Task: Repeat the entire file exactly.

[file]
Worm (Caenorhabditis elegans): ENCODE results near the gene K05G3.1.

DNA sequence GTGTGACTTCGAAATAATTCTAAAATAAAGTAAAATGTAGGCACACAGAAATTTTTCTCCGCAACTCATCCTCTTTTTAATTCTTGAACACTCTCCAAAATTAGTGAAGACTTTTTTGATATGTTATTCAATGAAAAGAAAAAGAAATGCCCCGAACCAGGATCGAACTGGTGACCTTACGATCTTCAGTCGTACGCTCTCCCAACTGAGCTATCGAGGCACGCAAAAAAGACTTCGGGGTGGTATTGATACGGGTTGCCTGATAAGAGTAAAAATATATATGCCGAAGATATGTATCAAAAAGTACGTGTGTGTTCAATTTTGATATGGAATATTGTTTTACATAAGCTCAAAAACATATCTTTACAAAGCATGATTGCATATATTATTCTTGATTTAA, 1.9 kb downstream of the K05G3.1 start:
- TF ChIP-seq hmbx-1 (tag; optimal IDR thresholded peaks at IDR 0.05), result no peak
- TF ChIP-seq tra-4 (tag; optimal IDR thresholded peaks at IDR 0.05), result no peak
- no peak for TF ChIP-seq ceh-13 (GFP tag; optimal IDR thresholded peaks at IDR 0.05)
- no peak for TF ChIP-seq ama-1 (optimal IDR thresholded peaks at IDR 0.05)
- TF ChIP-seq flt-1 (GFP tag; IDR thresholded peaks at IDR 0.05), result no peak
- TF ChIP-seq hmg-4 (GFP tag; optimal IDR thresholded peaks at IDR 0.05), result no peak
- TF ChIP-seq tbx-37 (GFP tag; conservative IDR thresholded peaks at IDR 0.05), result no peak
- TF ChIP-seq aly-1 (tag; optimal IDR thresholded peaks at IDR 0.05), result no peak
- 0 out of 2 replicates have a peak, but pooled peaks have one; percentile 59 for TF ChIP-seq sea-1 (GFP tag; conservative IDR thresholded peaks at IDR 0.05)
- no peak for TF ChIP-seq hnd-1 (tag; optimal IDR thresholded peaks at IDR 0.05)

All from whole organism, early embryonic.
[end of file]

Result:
Worm (Caenorhabditis elegans): ENCODE results near the gene K05G3.1.

DNA sequence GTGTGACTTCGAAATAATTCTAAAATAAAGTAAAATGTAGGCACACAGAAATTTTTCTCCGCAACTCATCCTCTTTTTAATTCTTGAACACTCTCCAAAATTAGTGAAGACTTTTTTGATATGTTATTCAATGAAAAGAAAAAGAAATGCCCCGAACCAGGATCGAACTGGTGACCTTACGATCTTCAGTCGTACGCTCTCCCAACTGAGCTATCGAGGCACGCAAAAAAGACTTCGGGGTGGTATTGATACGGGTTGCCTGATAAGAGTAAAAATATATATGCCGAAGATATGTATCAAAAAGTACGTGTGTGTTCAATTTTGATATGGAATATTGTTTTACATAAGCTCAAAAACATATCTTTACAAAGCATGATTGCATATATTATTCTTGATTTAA, 1.9 kb downstream of the K05G3.1 start:
- TF ChIP-seq hmbx-1 (tag; optimal IDR thresholded peaks at IDR 0.05), result no peak
- TF ChIP-seq tra-4 (tag; optimal IDR thresholded peaks at IDR 0.05), result no peak
- no peak for TF ChIP-seq ceh-13 (GFP tag; optimal IDR thresholded peaks at IDR 0.05)
- no peak for TF ChIP-seq ama-1 (optimal IDR thresholded peaks at IDR 0.05)
- TF ChIP-seq flt-1 (GFP tag; IDR thresholded peaks at IDR 0.05), result no peak
- TF ChIP-seq hmg-4 (GFP tag; optimal IDR thresholded peaks at IDR 0.05), result no peak
- TF ChIP-seq tbx-37 (GFP tag; conservative IDR thresholded peaks at IDR 0.05), result no peak
- TF ChIP-seq aly-1 (tag; optimal IDR thresholded peaks at IDR 0.05), result no peak
- 0 out of 2 replicates have a peak, but pooled peaks have one; percentile 59 for TF ChIP-seq sea-1 (GFP tag; conservative IDR thresholded peaks at IDR 0.05)
- no peak for TF ChIP-seq hnd-1 (tag; optimal IDR thresholded peaks at IDR 0.05)

All from whole organism, early embryonic.